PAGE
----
Research sheds light on email security from domain name typos.
A new research report about typosquatting is making waves on mainstream web sites today.
The report covers what researchers at “Information Security Think Tank” Godai Group call Doppelganger Domains. I’ve never heard the term doppelganger applied to domain names before, but the group uses the term to label domain names that are missing a dot.
For example, a doppelganger of us.ibm.com would be usibm.com.
The researchers registered a number of these domain names and started collecting email that was wrongfully sent to them. They collected 120,000 emails over six months.
Ask any domain investor and they’ll tell you this issues isn’t limited to just missing dots. I have some .com domains that have basic web sites (and thus have email turned on) that receive email from people looking for the .net or .org version of the site. These emails have included sensitive information such as social security numbers.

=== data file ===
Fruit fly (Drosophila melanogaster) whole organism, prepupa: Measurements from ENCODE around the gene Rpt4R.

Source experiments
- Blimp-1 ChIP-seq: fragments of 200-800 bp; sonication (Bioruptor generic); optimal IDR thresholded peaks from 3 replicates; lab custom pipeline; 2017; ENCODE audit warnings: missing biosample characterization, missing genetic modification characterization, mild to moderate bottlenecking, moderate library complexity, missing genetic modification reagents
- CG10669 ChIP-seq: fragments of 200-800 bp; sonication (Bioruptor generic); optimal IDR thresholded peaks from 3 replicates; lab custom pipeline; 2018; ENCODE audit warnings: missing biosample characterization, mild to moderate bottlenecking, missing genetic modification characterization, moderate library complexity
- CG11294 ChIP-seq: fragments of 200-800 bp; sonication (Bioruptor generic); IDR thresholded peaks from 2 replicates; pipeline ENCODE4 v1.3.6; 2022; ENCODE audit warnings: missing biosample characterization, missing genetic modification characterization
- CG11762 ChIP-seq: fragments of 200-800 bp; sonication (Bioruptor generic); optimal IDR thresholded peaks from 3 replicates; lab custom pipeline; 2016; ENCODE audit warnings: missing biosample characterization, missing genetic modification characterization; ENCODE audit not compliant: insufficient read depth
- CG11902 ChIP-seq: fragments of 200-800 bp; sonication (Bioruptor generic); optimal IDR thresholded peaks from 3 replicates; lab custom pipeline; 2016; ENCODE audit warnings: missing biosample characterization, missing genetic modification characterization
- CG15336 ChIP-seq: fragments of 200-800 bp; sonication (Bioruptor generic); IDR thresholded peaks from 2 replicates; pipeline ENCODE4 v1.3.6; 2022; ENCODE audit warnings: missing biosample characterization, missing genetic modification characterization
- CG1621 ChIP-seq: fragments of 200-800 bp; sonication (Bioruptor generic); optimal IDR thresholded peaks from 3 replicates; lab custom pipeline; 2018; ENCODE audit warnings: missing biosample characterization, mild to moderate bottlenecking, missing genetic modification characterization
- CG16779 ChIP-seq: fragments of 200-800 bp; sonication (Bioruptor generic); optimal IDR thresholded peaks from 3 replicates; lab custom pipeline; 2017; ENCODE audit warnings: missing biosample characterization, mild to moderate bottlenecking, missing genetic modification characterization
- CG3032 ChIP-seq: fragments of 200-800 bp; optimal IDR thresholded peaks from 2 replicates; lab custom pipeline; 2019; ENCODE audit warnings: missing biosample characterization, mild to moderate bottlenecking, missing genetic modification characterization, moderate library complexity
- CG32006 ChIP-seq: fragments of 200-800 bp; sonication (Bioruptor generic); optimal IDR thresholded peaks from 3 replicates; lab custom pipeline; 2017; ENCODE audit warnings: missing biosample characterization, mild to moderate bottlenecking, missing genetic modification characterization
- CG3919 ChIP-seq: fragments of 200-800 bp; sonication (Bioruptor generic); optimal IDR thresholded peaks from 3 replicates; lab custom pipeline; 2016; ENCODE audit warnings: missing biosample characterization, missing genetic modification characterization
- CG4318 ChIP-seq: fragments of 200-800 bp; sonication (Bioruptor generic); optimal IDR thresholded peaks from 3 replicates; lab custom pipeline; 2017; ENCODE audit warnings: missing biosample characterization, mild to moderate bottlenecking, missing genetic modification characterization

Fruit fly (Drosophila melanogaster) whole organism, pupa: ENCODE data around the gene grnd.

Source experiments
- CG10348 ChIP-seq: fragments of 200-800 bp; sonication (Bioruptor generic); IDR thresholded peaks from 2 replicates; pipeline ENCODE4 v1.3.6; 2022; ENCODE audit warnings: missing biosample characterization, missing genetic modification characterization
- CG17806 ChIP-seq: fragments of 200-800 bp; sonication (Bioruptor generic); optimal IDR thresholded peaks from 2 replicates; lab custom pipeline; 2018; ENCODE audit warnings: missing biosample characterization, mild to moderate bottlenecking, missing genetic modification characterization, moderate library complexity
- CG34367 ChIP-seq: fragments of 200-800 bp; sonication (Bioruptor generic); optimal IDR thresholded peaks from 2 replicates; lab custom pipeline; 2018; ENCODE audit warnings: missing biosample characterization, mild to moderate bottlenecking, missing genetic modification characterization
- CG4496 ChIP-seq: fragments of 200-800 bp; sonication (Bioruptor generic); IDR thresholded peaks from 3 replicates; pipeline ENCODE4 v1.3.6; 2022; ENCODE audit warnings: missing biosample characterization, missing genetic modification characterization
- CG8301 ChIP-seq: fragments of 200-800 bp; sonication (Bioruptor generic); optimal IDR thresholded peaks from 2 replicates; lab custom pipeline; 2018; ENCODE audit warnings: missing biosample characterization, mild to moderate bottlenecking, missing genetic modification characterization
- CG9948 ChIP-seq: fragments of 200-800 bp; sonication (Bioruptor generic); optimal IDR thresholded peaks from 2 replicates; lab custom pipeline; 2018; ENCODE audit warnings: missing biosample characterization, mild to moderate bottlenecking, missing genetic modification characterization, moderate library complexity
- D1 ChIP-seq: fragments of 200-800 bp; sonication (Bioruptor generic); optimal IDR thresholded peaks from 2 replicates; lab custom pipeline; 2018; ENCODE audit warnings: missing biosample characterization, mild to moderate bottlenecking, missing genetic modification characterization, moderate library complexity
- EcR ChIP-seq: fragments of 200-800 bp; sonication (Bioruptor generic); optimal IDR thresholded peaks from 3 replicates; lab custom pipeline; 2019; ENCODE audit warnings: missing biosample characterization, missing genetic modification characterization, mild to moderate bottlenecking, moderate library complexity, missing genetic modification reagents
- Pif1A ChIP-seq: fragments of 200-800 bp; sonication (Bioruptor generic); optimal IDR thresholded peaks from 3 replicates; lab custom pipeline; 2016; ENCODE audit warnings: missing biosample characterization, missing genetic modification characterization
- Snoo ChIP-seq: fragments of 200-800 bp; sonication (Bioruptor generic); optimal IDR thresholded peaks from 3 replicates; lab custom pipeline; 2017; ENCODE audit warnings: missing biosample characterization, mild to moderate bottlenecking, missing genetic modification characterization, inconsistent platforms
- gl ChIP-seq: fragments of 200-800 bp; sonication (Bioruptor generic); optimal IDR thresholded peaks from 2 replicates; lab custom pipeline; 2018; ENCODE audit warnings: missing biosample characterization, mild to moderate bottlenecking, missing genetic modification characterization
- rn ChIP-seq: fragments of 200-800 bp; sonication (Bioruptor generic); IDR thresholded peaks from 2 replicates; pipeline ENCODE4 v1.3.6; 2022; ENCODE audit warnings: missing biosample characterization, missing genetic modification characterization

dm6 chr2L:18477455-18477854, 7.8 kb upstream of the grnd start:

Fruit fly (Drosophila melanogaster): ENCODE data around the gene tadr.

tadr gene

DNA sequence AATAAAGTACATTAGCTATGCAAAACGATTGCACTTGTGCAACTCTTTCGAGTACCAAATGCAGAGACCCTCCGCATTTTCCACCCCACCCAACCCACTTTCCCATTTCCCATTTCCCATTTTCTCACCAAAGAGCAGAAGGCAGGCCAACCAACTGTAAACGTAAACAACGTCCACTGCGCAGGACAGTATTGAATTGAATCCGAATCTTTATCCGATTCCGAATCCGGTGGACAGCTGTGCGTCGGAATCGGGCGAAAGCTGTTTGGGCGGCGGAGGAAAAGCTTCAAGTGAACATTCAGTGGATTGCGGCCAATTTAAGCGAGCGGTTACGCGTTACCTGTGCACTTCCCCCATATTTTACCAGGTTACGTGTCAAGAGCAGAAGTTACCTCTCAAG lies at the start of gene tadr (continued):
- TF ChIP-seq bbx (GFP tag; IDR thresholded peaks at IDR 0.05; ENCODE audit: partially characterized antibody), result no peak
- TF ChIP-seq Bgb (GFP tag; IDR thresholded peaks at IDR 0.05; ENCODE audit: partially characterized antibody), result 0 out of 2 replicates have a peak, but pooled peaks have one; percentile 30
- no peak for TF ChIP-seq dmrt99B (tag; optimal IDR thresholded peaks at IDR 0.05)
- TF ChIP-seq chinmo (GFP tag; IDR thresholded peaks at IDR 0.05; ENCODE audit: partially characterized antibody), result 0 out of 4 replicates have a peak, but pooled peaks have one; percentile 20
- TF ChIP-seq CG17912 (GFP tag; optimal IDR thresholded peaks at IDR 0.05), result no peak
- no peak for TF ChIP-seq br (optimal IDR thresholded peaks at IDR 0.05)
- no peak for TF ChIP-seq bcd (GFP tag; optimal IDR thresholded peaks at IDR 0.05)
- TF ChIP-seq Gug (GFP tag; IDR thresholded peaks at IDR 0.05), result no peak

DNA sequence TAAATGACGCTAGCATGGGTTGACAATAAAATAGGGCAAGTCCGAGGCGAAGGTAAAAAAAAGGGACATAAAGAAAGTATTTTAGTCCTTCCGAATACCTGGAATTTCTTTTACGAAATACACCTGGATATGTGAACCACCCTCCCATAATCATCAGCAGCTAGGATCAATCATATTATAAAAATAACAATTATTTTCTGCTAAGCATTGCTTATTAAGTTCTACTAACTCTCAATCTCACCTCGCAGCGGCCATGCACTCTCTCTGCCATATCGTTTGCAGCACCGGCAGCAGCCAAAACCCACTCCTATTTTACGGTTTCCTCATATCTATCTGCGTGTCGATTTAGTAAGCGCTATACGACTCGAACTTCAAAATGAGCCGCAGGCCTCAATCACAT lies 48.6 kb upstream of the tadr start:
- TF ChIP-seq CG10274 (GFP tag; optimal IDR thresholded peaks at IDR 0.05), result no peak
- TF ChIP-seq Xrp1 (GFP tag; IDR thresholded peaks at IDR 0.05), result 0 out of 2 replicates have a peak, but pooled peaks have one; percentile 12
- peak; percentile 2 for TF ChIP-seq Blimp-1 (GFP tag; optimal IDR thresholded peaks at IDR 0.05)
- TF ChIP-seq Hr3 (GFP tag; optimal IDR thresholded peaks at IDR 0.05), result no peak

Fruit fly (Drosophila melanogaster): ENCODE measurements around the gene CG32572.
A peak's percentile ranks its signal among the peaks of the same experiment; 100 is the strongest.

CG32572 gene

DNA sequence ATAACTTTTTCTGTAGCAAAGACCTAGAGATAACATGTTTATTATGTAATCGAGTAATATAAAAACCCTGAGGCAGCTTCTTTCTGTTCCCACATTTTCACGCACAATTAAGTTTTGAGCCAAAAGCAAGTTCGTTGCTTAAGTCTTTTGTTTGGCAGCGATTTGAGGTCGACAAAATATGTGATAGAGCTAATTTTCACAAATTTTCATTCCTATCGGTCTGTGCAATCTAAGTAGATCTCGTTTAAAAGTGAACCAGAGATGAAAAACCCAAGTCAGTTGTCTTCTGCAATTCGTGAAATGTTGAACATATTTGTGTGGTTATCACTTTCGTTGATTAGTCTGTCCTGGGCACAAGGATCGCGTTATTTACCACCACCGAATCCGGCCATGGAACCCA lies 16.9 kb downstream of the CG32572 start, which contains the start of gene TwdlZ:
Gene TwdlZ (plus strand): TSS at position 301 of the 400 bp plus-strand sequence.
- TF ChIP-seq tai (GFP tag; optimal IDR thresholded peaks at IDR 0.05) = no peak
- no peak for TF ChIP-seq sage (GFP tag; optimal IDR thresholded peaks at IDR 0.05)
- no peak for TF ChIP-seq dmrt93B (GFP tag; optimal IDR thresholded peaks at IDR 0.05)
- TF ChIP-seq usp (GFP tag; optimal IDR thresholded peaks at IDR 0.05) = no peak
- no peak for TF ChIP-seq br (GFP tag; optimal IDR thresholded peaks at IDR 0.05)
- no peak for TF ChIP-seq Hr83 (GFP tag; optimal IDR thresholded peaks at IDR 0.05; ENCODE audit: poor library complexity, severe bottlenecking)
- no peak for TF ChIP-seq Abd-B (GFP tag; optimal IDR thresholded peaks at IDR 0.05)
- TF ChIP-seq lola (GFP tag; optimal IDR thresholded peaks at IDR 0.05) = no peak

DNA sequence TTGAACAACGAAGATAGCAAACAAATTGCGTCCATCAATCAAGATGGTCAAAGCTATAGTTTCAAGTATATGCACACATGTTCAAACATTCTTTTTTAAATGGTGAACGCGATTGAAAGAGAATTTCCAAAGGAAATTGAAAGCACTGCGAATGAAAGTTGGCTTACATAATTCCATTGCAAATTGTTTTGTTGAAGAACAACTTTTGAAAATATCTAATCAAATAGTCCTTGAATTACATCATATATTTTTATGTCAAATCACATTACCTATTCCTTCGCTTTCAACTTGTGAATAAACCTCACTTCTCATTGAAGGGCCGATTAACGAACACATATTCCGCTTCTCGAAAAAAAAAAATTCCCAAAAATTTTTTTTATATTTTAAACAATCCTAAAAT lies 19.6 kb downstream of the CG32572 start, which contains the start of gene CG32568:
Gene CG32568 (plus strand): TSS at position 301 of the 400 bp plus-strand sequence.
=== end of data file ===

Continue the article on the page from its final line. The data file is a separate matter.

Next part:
.Com domain owners also see a spike in traffic when a non .com of their domain is active.
What effect will new top level domains have on this security issue? At first I think it will make it a lot worse. I talked to a lawyer once (name withheld) who owned a .pro domain. He said his clients would ask him why he hadn’t responded to their emails, only to find out they sent him mail at mail.pro.com.
Some people will make the argument that .brand domain names will reduce “doppelganger” domains because there will be one less dot. For example, us.ibm.com will become us.ibm. My guess is most people will type in the latter as us.ibm.com anyway.
Will internet users become accustomed to multiple top level domains and eventually pay more attention. Sure they will…eventually.